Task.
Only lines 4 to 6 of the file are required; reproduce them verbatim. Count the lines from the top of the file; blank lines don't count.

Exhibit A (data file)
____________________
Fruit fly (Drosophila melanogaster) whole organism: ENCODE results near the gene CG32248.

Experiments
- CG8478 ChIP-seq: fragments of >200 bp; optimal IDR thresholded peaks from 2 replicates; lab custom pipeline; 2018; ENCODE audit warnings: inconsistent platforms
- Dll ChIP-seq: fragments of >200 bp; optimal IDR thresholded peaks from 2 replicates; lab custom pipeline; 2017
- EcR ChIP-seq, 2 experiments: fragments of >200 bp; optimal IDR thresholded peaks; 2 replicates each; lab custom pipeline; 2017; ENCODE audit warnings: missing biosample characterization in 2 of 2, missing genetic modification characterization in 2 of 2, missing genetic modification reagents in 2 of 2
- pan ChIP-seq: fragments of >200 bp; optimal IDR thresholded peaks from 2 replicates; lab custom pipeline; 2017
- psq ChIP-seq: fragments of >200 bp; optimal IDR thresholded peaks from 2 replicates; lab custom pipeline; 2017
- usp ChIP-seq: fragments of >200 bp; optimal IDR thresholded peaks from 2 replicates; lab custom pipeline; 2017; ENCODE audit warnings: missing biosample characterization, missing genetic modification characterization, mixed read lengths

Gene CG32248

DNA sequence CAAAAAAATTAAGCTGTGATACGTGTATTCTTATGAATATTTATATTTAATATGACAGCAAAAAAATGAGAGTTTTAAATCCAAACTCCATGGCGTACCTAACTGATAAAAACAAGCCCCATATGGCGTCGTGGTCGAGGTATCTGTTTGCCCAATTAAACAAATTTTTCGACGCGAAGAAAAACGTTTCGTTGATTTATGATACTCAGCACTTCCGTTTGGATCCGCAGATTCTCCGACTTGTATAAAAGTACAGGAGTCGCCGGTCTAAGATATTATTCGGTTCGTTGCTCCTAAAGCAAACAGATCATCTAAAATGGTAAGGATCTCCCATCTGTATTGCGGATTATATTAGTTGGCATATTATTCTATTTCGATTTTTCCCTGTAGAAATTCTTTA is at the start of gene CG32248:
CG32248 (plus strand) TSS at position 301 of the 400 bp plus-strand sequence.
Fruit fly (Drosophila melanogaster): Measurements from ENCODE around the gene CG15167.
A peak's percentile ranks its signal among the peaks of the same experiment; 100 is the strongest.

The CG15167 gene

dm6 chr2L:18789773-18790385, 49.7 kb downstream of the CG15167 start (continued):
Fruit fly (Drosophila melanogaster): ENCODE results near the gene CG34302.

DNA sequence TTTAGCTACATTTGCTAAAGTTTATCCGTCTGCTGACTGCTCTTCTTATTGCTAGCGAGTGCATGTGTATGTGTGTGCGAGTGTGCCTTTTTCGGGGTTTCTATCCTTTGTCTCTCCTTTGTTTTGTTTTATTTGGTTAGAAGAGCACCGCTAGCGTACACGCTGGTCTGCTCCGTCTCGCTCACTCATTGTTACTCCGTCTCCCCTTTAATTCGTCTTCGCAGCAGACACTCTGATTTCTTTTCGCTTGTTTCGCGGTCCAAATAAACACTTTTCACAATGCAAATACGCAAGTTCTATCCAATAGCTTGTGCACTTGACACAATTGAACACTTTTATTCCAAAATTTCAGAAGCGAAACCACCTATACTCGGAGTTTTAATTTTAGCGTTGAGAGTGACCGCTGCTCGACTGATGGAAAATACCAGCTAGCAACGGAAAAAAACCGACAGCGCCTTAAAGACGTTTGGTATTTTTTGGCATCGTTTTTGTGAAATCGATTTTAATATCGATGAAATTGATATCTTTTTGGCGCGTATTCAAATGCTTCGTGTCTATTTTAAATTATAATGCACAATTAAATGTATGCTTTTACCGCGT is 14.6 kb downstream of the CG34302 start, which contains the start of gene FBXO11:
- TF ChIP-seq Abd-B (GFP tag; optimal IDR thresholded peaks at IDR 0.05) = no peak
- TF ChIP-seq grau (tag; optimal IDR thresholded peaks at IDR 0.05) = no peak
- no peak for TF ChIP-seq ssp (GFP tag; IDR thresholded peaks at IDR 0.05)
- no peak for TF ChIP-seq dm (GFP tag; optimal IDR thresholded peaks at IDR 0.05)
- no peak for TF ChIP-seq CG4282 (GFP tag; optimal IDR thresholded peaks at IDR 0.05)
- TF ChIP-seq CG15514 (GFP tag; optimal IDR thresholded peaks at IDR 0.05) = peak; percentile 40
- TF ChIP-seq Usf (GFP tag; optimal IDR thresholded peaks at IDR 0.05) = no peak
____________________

- Dll ChIP-seq: fragments of >200 bp; optimal IDR thresholded peaks from 2 replicates; lab custom pipeline; 2017
- EcR ChIP-seq, 2 experiments: fragments of >200 bp; optimal IDR thresholded peaks; 2 replicates each; lab custom pipeline; 2017; ENCODE audit warnings: missing biosample characterization in 2 of 2, missing genetic modification characterization in 2 of 2, missing genetic modification reagents in 2 of 2
- pan ChIP-seq: fragments of >200 bp; optimal IDR thresholded peaks from 2 replicates; lab custom pipeline; 2017